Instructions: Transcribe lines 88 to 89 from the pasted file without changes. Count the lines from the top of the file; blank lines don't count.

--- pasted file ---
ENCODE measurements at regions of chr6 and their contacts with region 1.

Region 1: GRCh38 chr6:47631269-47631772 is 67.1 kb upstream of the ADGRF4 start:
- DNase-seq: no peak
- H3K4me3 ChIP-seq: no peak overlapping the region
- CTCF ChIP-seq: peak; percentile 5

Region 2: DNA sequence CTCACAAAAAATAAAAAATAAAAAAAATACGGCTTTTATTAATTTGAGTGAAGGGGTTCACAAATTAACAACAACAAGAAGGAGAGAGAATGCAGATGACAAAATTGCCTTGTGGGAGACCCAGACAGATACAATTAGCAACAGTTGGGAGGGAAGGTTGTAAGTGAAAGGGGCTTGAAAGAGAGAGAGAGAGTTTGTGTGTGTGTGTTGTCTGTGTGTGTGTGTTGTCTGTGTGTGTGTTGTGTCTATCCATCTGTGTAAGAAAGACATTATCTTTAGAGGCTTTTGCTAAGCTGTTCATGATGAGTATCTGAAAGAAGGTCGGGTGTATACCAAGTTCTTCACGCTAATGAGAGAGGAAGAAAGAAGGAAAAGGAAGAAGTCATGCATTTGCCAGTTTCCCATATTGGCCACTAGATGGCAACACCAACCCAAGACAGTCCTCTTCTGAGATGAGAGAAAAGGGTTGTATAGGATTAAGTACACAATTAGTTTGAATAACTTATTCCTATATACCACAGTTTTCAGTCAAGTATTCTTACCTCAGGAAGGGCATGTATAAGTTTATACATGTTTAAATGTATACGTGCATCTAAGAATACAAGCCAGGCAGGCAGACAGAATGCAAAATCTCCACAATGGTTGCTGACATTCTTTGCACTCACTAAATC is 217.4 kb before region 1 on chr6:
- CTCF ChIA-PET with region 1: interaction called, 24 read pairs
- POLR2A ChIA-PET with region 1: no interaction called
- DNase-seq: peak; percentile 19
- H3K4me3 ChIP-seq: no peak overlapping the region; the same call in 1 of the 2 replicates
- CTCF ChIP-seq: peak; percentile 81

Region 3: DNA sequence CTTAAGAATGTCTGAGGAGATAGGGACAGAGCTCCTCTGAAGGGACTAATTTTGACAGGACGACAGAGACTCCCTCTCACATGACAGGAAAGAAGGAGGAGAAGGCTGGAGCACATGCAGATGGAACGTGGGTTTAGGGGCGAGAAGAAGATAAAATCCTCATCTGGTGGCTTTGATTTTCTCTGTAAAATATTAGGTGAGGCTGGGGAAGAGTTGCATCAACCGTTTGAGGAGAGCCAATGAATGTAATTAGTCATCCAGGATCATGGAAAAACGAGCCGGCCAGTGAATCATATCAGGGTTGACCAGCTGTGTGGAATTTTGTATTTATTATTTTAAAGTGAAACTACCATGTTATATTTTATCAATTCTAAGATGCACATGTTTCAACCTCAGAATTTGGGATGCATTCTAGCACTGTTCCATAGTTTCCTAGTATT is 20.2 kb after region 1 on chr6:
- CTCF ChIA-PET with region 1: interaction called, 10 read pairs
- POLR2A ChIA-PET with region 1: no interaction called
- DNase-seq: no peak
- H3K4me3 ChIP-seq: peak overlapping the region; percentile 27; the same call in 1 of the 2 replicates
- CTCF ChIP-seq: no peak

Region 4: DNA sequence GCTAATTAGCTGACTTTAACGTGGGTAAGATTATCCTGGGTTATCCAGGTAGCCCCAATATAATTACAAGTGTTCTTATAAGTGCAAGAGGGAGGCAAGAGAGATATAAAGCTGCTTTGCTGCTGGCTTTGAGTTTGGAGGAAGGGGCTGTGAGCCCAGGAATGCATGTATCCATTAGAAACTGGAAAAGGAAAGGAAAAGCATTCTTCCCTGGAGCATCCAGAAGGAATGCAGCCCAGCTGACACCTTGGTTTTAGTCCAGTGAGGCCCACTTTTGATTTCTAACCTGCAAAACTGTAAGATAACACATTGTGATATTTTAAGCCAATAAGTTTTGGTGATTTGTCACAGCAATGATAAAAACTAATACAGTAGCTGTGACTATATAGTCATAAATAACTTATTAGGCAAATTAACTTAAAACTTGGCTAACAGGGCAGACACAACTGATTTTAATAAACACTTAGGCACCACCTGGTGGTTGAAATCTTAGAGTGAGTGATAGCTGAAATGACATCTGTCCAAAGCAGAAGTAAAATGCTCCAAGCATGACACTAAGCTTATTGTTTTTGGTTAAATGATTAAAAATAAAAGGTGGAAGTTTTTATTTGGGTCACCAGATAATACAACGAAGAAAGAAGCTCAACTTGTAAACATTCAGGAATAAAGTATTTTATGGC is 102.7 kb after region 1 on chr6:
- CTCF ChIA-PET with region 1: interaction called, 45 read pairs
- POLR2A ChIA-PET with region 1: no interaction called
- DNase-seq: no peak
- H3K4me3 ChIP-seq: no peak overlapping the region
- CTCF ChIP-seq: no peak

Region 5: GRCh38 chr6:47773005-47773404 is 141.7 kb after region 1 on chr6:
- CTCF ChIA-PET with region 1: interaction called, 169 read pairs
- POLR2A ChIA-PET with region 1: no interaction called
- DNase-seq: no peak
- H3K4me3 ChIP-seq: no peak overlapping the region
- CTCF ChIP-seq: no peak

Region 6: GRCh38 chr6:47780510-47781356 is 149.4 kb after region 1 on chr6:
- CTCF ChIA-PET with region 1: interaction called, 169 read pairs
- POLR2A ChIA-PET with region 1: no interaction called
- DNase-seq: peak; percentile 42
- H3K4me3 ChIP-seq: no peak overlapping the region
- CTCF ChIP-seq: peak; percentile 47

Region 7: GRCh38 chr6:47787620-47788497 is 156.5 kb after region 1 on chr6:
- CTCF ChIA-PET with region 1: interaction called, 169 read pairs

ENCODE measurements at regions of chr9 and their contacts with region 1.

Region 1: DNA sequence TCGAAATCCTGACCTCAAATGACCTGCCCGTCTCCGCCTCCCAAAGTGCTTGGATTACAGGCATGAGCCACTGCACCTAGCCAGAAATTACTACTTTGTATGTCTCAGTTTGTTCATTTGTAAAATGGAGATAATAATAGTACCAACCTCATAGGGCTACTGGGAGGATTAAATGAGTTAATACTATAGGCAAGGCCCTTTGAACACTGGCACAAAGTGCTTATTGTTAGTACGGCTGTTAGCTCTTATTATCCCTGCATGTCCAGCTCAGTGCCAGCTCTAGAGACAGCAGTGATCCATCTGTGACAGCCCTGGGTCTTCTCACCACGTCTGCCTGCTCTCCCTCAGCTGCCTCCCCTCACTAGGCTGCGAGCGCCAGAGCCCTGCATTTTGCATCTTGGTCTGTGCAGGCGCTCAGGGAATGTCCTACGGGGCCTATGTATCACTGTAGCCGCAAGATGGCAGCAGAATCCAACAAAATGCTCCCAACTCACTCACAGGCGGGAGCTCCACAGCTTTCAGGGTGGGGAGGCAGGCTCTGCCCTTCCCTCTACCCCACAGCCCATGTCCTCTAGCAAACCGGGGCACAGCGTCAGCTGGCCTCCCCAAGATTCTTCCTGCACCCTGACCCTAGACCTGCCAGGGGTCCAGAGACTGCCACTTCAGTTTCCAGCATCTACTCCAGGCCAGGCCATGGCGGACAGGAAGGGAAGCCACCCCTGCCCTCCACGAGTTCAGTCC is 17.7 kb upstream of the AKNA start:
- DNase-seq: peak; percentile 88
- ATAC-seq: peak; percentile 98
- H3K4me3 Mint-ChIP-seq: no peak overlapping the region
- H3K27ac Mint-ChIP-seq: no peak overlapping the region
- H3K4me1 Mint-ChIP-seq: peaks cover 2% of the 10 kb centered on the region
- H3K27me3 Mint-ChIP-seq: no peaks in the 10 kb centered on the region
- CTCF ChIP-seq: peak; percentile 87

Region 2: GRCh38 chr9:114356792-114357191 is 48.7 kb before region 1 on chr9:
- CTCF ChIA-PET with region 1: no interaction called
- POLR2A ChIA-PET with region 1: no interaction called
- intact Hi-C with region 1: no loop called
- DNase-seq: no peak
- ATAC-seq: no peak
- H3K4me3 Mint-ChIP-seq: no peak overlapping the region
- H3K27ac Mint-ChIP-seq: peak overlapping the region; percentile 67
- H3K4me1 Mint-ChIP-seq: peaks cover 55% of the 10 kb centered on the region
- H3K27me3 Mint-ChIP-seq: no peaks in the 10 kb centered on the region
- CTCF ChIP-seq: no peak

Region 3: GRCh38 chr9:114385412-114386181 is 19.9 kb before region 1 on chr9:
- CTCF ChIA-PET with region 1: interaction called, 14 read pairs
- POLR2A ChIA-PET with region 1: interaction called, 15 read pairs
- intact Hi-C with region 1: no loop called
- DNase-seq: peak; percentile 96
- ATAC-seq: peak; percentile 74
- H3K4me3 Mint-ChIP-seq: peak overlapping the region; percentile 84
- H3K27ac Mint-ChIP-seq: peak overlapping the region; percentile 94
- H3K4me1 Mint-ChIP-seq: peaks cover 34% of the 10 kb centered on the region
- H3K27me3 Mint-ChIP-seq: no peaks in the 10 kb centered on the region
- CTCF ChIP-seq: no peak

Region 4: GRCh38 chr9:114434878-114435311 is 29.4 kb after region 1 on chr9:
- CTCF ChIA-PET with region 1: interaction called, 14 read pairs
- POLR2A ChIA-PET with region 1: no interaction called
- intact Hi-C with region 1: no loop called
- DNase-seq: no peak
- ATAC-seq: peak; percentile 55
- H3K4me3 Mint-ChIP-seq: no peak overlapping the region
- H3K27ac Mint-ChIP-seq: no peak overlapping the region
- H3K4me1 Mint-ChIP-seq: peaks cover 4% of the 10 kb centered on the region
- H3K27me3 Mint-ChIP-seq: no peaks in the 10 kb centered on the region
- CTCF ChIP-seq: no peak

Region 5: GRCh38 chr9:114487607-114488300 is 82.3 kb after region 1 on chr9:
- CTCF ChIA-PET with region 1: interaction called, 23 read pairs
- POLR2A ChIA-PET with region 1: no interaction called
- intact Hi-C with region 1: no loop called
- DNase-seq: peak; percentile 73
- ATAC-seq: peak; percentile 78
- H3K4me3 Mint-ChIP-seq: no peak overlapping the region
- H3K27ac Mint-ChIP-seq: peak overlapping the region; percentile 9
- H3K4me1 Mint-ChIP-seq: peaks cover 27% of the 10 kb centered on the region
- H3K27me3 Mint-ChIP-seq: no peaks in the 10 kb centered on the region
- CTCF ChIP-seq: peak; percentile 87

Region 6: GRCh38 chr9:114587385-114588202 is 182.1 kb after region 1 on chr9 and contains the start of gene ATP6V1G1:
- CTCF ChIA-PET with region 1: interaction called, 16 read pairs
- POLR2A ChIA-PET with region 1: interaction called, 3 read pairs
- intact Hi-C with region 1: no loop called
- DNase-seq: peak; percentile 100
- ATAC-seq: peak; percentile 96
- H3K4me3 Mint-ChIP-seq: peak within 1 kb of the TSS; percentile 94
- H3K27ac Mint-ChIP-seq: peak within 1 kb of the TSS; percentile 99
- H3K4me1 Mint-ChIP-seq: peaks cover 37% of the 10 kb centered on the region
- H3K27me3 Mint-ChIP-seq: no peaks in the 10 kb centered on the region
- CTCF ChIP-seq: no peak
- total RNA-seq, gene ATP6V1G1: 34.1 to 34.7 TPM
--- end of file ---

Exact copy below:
- H3K4me1 Mint-ChIP-seq: peaks cover 27% of the 10 kb centered on the region
- H3K27me3 Mint-ChIP-seq: no peaks in the 10 kb centered on the region